Janell Burley Hofmann honoured her 13-year-old son's "maturity and growth" at Christmas with his first iPhone, but it came with strings attached.
Eighteen strings, to be exact, in a written code of conduct that placed the mummy blogger at the centre of the debate over how parents should handle technology in the hands of their teens, especially younger ones just entering the frenetic world of social networks and smartphones.
Thousands of people, including those bemoaning too much helicopter parenting, commented and shared the funny, heartfelt agreement posted by the American mum of five. The interest crashed her website and led her to appear with her eldest, Gregory, on morning television.
Hofmann's first order of business: "1. It is my phone. I bought it. I pay for it. I am loaning it to you. Aren't I the greatest?"
She included caveats that some parenting and tech addiction experts consider crucial in easing new entrants onto Facebook, Instagram and shiny new mobile devices: You must share passwords with a parent, answer their calls, hand over the device early on school nights and a little later on weekends. You must avoid hurtful texts and porn.
Hofmann said in an interview that she decided on the contract as she pondered the power of the technology she and her husband were about to plop into their son's world. She was looking for a way to be present in his phone use without being a "creeper," his word for stalky, spying parents.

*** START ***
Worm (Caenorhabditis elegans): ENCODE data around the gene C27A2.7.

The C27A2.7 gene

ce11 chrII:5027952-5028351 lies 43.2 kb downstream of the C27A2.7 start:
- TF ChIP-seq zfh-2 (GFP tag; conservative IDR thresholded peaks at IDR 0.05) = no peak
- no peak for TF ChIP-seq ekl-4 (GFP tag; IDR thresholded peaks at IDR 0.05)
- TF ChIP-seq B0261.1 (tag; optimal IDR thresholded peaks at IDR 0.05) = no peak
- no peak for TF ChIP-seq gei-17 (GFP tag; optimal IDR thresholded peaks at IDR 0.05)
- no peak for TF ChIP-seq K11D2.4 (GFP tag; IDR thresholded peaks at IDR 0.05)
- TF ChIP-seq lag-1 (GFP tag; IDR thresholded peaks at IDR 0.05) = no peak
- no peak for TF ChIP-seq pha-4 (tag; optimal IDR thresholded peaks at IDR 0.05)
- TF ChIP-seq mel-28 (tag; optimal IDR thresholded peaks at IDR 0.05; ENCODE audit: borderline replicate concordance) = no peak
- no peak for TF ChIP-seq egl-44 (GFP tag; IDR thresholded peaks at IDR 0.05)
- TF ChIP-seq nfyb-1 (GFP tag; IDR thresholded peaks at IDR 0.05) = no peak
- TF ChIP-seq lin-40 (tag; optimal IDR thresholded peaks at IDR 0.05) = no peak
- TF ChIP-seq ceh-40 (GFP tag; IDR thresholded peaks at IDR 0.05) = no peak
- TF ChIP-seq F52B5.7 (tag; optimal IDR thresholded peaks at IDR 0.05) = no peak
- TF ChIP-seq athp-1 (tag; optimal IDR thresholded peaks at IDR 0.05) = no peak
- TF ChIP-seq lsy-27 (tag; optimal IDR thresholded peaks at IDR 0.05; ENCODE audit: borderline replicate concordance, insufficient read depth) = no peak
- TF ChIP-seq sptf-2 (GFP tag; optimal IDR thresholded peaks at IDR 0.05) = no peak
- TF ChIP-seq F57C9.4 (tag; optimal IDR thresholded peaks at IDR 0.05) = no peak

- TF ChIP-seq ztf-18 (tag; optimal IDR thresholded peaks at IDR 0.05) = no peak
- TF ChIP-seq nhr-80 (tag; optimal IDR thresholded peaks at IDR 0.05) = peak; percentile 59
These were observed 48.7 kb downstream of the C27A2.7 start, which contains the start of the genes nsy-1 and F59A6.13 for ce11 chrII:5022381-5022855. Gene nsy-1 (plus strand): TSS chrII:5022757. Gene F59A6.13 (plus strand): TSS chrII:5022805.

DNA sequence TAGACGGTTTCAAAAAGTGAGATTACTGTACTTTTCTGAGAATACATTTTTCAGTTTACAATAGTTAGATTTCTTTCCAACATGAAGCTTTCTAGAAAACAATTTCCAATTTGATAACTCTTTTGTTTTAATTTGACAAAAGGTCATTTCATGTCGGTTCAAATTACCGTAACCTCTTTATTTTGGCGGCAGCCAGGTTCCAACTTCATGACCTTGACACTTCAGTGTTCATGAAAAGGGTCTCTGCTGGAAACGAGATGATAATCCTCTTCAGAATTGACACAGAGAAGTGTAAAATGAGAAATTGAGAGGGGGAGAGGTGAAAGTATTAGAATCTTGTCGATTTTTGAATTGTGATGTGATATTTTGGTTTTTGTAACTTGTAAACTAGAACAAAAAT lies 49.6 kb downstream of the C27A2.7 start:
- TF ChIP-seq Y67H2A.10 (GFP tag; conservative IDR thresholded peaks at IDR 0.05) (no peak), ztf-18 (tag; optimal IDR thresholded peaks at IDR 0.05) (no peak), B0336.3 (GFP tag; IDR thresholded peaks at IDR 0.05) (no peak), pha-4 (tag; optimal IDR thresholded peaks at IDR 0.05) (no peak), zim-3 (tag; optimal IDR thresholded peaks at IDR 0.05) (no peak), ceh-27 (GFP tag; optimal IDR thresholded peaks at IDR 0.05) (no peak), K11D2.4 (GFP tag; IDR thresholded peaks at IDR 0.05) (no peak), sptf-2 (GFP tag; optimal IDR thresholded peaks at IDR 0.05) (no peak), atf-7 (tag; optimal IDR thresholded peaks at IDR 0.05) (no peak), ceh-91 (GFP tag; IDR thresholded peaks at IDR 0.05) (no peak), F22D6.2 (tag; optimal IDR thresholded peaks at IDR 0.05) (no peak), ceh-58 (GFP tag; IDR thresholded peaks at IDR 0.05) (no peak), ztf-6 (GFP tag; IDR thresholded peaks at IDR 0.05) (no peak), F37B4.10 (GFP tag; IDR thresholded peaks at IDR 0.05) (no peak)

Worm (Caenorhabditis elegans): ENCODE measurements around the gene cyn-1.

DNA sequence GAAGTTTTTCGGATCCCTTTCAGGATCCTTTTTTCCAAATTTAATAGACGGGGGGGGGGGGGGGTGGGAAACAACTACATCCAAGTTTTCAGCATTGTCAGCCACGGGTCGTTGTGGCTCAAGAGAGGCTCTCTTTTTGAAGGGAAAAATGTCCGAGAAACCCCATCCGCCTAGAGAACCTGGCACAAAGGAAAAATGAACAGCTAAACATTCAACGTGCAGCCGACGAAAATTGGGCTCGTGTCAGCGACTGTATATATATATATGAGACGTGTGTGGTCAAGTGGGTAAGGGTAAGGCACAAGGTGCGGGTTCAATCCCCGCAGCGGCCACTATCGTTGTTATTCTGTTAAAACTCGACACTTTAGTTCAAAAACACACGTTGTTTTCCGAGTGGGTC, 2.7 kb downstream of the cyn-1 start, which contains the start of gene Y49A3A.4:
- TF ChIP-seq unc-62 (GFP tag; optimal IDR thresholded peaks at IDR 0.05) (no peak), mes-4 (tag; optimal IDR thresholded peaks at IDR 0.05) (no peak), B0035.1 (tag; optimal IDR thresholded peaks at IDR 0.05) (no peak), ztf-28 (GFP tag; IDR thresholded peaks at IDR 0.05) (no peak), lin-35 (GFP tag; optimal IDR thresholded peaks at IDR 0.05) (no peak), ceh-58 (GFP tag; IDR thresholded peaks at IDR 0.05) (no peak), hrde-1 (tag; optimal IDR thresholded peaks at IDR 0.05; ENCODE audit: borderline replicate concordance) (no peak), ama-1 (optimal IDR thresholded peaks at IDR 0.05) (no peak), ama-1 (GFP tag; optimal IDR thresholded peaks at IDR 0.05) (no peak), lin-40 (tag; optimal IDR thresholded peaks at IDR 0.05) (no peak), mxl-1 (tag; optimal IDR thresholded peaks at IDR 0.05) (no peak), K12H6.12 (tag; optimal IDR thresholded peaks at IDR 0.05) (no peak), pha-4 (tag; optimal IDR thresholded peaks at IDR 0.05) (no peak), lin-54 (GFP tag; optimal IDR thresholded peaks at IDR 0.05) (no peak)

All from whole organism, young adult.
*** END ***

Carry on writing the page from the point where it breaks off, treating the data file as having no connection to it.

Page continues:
She wasn't surprised that her list, which Greg agreed to, resonates with other parents. It also resonates with psychologist David Greenfield, a US technology addiction specialist.
"We have ritualised the gift of the smartphone," he said, yet many parents don't have the know-how, stomach, time or interest in actively guiding kids when they first jump into digital life. For some parents, he said, it's only when things go horribly wrong that attention is paid.
Greenfield recommends contracts like Hofmann's. Others "creep" using apps and monitoring software. He thinks that's fine, too.
A report from the Pew Internet & American Life Project says parents are being more proactive, not just relying on parental-control tools such as browser filters. An increasing number are joining their kids on social media, but older parents may be approaching their kids' lives there with the wrong emotional filters.
"We see it as a separation from social behaviour. They see it as social behaviour," Greenfield said. "I'm not sure we're going to be able to bridge that difference generationally."
Hofmann gets inspirational towards the bottom of the contract: "Leave your phone home sometimes and feel safe and secure in that decision. It is not alive or an extension of you. Learn to live without it. Be bigger and more powerful than FOMO - fear of missing out."
And her final word: "You will mess up. I will take away your phone. We will sit down and talk about it. We will start over again. You & I, we are always learning. I am on your team. We are in this together."AAP